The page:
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Illustration

Tack’s Cartoon Tips

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Daily Show associate producer Dave Blog posted a flickr set scanned from an old cartooning manual he picked up at an estate sale.

Tack’s Cartoon Tips for the Aspiring Cartoonist (Devoe & Reynolds, 1923). If anyone has any further information on B. “Tack” Knight, please fill us in.

  • Roberto

    I found a link with some info about this “Tack” Knight. Interestingly enough, he worked at Disney and Fleischer.

    http://lambiek.net/artists/k/knight_tack.htm

  • uffler mustek

    So did Walt Disney rip off Tack for his business cards? Or was it the other way around?

  • Andy

    Check out the Michigan State University Libraries Reading Room Index to the Comic Art Collection at http://www.lib.msu.edu/comics/rri/krri/knack.htm for their entries on Knight, Tack (Benjamin Thackston)

  • Rogelio T.

    Benjamin Thackston Knight
    Born: Dillsboro, NC. Apr. 4, 1895
    Died: San Francisco, Ca. 1977
    “Tack” Knight drew the “My Big Brudder”, “Baby Sister” and “Little Folks” comic strips.
    He was an assistant on Gene Byrnes’ Reg’lar Fellers from 1924-29.
    He also worked at the Disney and Fleischer Studios.
    Search this page for “Knight”.

  • Benjamin Thackston “Tack”Knight was born April 4, 1895 in Dillsboro, North Carolina. By his early 20s he was a cartoonist living in San Francisco. He was working on animated cartoons in the late teens — and likely knew Pinto Colvig who was also animating in town at the time. Tack was honored with The Nation Cartoonists Society’s “Silver T-Square Award” in 1974. He passed away on December 5, 1976 in San Francisco.

  • Wow, that is old… the plate on “types” would have the ‘politically correct’ crowd all in a tither (Scotchman? Darktown Celebrity?)

  • Didn’t he work on the first Donald Duck short The Wise Little Hen? A friend has a hand colored model sheet initialled by him.

  • Because Tack Knight already used the name “Little Folks” in his strip, Charles Schulz had to change the name of his strip to “Peanuts” when it became syndicated.

  • Paul N

    I got a reproduction copy of this book as a door prize years ago at a cartoonist association meeting I went to. I’ve used bits and pieces of it when I taught cartooning to kids – the style is simple and accessible.

  • Barbara in BC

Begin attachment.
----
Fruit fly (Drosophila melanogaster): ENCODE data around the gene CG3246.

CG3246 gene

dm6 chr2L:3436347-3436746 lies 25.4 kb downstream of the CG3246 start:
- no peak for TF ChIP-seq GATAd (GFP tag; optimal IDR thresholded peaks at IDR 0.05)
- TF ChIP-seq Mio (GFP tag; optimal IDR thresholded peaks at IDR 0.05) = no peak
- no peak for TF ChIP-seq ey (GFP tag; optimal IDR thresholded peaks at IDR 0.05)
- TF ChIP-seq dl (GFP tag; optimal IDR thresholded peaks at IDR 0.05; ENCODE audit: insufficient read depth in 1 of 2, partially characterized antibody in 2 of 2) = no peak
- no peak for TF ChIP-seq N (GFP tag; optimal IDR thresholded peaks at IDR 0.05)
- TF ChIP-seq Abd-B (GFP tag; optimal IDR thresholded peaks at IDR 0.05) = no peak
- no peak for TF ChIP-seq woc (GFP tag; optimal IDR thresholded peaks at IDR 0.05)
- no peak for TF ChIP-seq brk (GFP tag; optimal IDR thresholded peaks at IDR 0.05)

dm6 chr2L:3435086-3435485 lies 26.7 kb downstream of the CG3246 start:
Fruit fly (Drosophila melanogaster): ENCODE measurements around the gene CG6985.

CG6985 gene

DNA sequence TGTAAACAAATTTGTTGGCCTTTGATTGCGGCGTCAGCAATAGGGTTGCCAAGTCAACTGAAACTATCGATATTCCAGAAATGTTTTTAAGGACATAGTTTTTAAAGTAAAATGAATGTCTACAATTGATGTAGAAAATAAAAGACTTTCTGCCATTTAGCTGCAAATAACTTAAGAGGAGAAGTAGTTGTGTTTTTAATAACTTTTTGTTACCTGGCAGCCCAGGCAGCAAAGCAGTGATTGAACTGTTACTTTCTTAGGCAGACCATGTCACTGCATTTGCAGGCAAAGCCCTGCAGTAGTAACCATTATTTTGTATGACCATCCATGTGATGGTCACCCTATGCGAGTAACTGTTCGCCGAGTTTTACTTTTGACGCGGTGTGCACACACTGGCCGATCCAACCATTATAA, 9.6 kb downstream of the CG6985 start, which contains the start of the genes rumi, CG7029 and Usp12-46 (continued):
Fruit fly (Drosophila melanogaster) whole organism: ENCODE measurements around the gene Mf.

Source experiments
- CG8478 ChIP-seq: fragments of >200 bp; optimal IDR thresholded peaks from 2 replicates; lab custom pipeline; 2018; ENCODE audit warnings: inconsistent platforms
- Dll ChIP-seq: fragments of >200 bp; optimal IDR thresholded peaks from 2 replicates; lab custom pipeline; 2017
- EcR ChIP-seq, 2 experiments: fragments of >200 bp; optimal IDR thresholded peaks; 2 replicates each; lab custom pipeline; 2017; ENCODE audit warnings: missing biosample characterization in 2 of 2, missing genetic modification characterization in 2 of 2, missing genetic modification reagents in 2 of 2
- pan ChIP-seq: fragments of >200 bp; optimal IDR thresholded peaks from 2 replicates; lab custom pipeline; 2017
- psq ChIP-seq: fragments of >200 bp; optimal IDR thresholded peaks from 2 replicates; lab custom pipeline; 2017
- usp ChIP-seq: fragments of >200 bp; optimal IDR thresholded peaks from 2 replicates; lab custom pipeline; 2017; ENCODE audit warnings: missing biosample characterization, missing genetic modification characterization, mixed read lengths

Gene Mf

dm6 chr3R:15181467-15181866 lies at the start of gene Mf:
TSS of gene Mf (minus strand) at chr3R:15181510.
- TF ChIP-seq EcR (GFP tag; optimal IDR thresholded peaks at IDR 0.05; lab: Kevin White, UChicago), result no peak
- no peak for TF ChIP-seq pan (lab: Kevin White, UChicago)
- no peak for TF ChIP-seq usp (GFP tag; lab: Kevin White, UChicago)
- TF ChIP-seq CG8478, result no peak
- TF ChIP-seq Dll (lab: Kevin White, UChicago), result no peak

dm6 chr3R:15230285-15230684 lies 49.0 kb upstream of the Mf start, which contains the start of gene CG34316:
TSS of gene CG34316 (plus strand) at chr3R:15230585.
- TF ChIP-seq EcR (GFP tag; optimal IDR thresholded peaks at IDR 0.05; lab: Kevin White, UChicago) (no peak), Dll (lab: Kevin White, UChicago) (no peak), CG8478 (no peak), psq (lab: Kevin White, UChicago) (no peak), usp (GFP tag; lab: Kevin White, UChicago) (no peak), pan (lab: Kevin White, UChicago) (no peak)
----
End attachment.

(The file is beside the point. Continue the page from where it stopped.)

Loved it! Even the politically incorrect stuff tickled me because Tack seems to have been such a good natured guy. A real gem.

  • Billy Batz

    I have an original copy given to be by my Grandfather! Thanks Pop.

  • Billy Batz

    Actually, a sixth printing from 1923 distributed by Devoe&Raynlds Co.Inc. NY Chicago

  • I was flipping through Hank Ketcham’s autobiography the other day and he mentions using “Tack” Knight’s Cartoon Tips early on in his career.

  • Homer J. Simpson

    I want to download these images in their original size and make them into a PDF, but when I try to download them, I just get a little dot instead of the actual image. This is weird. I can download other images from Flickr with no problem, why can’t I download images from this set?

  • MAXNE HALL

    “TACK”KNIGHT WAS MARRIED TO MY HUSBAND’S AUNT, BERTHA MACDONALD. THEY HAD A DAUGHTER, MARY, WHO DIED AT A YOUNG AGE. AFTER HER DEATH, BERTHA AND “TACK” DIVORCED. WE HAVE SOME OF ORIGINAL HIS ORIGINAL DRAWINGS

  • Tack was a partner with Pinto Colvig in the Animated Films Corporation in San Francisco. In 1915 they animated the world’s first feature-length cartoon:
    http://id.mind.net/~truwe/tina/pintocolvig.html
    The film is now lost, but five frames survive in the collection of the Southern Oregon Historical Society, Medford, Oregon.

  • Kristine

    Tack was a good friend of my grandfather and grand mother in San Francisco. I knew him well when I was a little girl and teenager. He was a kind, extremely funny man. He told me he based the little girl in “Little Folks” on my mother. He was married at the time to Lorrane. They were both delightful. I have the cartoon tips book and a Christmas characterization, Tack did of himself in a Santa hat. Great man.